Former president Jimmy Carter plans to meet next week in Damascus with Khaled Meshal, the head of the Palestinian militant group Hamas, in a direct rebuke of the Bush administration’s campaign to isolate it.
The disclosure of Carter’s plans by the Arabic-language newspaper al-Hayat and subsequent confirmation by sources familiar with his itinerary instantly placed the campaigns of Sens. Barack Obama (D-Ill.) and Hillary Rodham Clinton (D-N.Y.) in a political bind.
The campaign of Sen. John McCain (Ariz.), the presumptive Republican nominee, was quick to blast Carter’s plans and called on both Obama and Clinton to condemn the meeting with what the State Department lists as a terrorist group.
Both Clinton and Obama issued statements with milder language, saying they “disagreed” or did “not agree” with Carter’s plans.
Carter’s views of the Middle East attracted controversy last year because a book he wrote included tough criticism of Israel’s policies. Indeed, a source close to Carter said that the former president favors Obama but that he has decided not to endorse Obama publicly or formally because he fears it would contribute to hostility toward Obama among Jewish Democrats.
In 2006, Hamas, formally known as the Islamic Resistance Movement, won Palestinian legislative elections, ousting the Fatah faction championed by the Bush administration. Hamas then forcibly seized the Gaza Strip last June, splitting the Palestinian territories. Both the Bush administration and the Israeli government have long sought to ostracize Hamas.
However, Carter’s trip would also come at a time when a growing number of experts in the United States and Israel have argued that isolating Hamas is not productive. A poll published in February in the Israeli newspaper Haaretz found that 64 percent of Israelis favor direct talks with Hamas. Both Efraim Halevy, a former head of the Mossad spy agency, and Shlomo Ben-Ami, a former foreign minister, say Hamas can no longer be ignored.
A bipartisan group of foreign-policy luminaries, including former national security advisers Zbigniew Brzezinski and Brent Scowcroft, issued a statement before the Annapolis peace talks sponsored by the administration in November that said “we believe a genuine dialogue with the organization [Hamas] is far preferable to its isolation.”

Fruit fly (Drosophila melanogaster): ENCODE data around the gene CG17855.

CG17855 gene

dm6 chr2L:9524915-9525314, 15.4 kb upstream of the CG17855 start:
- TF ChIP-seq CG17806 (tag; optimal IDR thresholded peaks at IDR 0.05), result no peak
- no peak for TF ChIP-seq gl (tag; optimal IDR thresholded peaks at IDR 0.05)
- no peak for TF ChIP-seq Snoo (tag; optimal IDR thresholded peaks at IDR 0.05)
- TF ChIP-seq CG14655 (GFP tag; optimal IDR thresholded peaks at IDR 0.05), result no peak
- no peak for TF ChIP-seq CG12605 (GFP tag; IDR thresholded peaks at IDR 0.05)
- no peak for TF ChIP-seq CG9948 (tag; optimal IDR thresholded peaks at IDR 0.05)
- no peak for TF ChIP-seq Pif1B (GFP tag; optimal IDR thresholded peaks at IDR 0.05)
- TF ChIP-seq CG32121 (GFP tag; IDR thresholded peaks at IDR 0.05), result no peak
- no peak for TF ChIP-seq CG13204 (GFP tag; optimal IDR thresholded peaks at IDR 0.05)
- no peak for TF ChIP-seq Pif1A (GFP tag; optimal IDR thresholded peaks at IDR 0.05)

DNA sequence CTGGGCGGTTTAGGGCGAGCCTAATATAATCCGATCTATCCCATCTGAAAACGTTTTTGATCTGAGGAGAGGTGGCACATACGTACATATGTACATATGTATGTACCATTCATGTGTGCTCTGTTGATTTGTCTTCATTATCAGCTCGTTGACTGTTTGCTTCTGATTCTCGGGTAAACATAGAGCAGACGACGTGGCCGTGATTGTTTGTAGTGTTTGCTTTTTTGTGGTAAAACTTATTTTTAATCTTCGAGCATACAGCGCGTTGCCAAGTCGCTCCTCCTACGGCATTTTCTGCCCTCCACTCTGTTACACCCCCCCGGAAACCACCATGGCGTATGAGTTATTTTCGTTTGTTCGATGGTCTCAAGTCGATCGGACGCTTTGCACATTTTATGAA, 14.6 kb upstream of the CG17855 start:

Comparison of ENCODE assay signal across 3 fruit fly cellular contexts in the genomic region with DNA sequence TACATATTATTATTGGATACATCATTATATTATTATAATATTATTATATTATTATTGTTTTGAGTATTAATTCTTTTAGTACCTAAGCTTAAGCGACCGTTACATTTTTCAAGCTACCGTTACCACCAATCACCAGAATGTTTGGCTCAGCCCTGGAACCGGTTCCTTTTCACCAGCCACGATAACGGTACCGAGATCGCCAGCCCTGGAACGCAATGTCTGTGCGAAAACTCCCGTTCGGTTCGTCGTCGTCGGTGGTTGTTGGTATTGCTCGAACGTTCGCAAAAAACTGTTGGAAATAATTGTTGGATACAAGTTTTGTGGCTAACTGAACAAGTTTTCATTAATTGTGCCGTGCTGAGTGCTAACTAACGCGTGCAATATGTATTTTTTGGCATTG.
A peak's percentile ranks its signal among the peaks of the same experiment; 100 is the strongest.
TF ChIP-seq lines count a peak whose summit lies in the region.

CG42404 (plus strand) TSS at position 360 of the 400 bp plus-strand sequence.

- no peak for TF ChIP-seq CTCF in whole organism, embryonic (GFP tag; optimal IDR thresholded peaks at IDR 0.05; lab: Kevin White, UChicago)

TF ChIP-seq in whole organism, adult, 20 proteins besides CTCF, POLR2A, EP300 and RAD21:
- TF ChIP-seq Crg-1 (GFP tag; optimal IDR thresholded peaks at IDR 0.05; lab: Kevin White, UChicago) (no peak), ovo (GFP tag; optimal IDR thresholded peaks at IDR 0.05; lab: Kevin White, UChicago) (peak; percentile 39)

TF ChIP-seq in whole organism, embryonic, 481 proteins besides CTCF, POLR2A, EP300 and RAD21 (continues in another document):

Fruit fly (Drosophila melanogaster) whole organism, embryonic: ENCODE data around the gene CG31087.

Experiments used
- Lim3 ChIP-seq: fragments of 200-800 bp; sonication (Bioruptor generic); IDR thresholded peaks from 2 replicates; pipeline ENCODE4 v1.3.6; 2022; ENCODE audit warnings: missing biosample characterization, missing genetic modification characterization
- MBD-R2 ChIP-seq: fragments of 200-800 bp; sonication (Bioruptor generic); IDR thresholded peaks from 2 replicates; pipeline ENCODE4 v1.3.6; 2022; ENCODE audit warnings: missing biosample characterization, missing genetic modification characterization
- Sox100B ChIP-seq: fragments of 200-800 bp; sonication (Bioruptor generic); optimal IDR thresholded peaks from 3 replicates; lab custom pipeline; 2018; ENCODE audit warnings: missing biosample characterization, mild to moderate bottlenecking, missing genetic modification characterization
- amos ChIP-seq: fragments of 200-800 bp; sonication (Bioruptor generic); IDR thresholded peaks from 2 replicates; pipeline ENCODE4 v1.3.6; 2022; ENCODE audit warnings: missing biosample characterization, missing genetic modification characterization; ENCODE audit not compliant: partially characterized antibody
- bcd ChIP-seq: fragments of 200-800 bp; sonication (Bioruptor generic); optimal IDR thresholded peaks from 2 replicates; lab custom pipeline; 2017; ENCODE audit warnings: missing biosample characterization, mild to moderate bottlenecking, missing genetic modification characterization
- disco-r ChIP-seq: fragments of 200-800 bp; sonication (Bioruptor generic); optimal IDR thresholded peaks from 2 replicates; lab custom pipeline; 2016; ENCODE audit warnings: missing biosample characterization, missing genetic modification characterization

The Carter Center, in a statement, confirmed that Carter plans to be in the Middle East this month but declined to elaborate. No senior American representative, in or out of the government, has met with Hamas’s leadership since it was named a terrorist group in the mid-1990s.
Brzezinski, Carter’s former national security adviser and an Obama supporter, said he was unaware of Carter’s plans but said “it is a good idea to talk to Hamas,” given the changing mood in Israel. “Extremist movements, if handled intelligently, can be brought around to embrace” a more moderate approach, he said.
National Security Council spokesman Gordon Johndroe said, however, that “former president Carter is a private citizen” and, “United States Government policy is unchanged: Hamas is a terrorist organization. They can’t have one foot in politics and one foot in terror.”
McCain spokeswoman Jill Hazelbaker said the candidate “believes it is a serious and dangerous mistake for Americans of any stature to meet with an organization like Hamas that is committed to the destruction of Israel and regularly conducts terrorist attacks against innocent Israelis.”
Phil Singer, a Clinton spokesman, said, “Hillary respects former president Carter but disagrees with his decision,” adding: “She would not meet with Hamas without coordinating with Israel.”
Obama has said he is willing to meet with officials of hostile governments, but he puts Hamas in a different category.
Spokesman Tommy Vietor said Obama “does not agree with President Carter’s decision to go forward with this meeting because he does not support negotiations with Hamas until they renounce terrorism, recognize Israel’s right to exist, and abide by past agreements.”